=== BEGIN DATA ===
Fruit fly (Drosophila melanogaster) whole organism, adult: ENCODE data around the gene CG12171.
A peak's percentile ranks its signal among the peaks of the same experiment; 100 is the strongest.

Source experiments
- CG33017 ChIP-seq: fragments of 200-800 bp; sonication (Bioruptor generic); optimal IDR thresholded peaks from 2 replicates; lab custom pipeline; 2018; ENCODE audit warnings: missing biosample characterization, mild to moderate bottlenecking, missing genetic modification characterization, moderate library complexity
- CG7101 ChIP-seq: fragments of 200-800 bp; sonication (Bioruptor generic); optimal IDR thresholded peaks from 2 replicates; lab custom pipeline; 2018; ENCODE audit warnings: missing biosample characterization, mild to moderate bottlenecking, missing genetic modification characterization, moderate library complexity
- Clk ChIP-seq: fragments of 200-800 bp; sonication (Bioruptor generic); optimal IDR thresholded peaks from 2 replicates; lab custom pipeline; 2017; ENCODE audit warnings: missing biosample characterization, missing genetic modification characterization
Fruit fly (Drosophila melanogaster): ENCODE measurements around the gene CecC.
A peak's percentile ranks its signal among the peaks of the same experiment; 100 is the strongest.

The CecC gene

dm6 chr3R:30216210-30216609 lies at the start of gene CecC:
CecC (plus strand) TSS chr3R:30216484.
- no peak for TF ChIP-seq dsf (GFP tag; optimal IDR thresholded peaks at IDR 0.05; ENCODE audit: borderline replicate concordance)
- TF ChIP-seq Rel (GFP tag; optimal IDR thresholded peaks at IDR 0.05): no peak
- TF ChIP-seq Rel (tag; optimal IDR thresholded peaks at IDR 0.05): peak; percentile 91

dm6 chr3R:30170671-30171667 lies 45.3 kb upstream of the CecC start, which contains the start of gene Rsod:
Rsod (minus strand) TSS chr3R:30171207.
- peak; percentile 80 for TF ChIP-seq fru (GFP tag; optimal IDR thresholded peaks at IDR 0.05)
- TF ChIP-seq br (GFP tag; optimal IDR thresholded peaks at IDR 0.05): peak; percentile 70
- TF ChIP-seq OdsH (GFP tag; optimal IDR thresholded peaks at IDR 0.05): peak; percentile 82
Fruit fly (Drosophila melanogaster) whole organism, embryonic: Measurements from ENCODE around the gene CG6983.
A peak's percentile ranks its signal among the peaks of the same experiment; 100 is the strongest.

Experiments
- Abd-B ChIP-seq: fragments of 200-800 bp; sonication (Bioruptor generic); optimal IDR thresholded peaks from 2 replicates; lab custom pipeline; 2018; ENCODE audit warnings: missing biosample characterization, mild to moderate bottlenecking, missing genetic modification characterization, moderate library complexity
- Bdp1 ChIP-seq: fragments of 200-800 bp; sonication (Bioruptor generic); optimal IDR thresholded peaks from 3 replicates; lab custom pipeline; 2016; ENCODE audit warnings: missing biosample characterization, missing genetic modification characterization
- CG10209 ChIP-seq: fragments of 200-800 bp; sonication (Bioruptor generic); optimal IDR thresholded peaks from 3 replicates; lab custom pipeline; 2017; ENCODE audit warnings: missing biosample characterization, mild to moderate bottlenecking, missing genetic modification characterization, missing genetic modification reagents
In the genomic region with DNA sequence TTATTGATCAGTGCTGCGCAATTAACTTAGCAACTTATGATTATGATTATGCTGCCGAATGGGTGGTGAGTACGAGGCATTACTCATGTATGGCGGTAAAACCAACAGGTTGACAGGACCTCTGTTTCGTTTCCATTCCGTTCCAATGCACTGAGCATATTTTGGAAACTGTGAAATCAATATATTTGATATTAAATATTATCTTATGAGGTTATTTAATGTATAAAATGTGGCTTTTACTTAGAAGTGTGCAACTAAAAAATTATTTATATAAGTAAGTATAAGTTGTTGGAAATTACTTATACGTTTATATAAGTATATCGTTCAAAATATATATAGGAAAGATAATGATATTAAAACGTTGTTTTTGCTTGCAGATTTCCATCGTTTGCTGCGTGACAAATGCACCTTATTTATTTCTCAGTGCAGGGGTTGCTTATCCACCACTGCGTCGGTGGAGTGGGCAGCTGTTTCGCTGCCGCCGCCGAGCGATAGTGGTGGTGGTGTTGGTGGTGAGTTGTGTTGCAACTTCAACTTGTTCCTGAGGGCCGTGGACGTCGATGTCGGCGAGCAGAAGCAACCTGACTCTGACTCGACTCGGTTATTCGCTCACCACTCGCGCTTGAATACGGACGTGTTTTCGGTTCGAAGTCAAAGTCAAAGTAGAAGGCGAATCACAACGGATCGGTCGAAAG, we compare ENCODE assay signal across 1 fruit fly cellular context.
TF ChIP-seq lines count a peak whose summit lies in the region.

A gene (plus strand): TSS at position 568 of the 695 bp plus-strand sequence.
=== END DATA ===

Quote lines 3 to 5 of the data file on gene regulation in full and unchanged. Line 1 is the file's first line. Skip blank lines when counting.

Source experiments
- CG33017 ChIP-seq: fragments of 200-800 bp; sonication (Bioruptor generic); optimal IDR thresholded peaks from 2 replicates; lab custom pipeline; 2018; ENCODE audit warnings: missing biosample characterization, mild to moderate bottlenecking, missing genetic modification characterization, moderate library complexity
- CG7101 ChIP-seq: fragments of 200-800 bp; sonication (Bioruptor generic); optimal IDR thresholded peaks from 2 replicates; lab custom pipeline; 2018; ENCODE audit warnings: missing biosample characterization, mild to moderate bottlenecking, missing genetic modification characterization, moderate library complexity